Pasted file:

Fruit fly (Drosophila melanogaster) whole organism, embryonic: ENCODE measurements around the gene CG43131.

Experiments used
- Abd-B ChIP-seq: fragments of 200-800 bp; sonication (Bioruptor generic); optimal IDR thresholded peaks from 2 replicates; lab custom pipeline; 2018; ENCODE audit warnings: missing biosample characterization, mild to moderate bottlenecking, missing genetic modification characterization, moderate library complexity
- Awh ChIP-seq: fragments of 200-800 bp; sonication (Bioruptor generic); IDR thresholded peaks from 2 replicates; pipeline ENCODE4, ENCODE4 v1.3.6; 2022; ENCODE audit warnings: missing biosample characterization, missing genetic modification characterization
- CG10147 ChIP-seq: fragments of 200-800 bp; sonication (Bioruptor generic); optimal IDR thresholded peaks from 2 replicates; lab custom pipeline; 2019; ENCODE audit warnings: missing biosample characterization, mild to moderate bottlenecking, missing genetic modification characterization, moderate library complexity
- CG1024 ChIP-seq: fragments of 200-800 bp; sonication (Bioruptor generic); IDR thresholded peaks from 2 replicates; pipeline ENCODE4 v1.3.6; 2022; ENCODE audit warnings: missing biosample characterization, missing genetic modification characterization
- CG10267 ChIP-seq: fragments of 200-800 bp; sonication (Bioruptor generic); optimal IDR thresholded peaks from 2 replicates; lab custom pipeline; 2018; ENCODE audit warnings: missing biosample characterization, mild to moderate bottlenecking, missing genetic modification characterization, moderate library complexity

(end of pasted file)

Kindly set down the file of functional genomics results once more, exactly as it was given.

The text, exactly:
Fruit fly (Drosophila melanogaster) whole organism, embryonic: ENCODE measurements around the gene CG43131.

Experiments used
- Abd-B ChIP-seq: fragments of 200-800 bp; sonication (Bioruptor generic); optimal IDR thresholded peaks from 2 replicates; lab custom pipeline; 2018; ENCODE audit warnings: missing biosample characterization, mild to moderate bottlenecking, missing genetic modification characterization, moderate library complexity
- Awh ChIP-seq: fragments of 200-800 bp; sonication (Bioruptor generic); IDR thresholded peaks from 2 replicates; pipeline ENCODE4, ENCODE4 v1.3.6; 2022; ENCODE audit warnings: missing biosample characterization, missing genetic modification characterization
- CG10147 ChIP-seq: fragments of 200-800 bp; sonication (Bioruptor generic); optimal IDR thresholded peaks from 2 replicates; lab custom pipeline; 2019; ENCODE audit warnings: missing biosample characterization, mild to moderate bottlenecking, missing genetic modification characterization, moderate library complexity
- CG1024 ChIP-seq: fragments of 200-800 bp; sonication (Bioruptor generic); IDR thresholded peaks from 2 replicates; pipeline ENCODE4 v1.3.6; 2022; ENCODE audit warnings: missing biosample characterization, missing genetic modification characterization
- CG10267 ChIP-seq: fragments of 200-800 bp; sonication (Bioruptor generic); optimal IDR thresholded peaks from 2 replicates; lab custom pipeline; 2018; ENCODE audit warnings: missing biosample characterization, mild to moderate bottlenecking, missing genetic modification characterization, moderate library complexity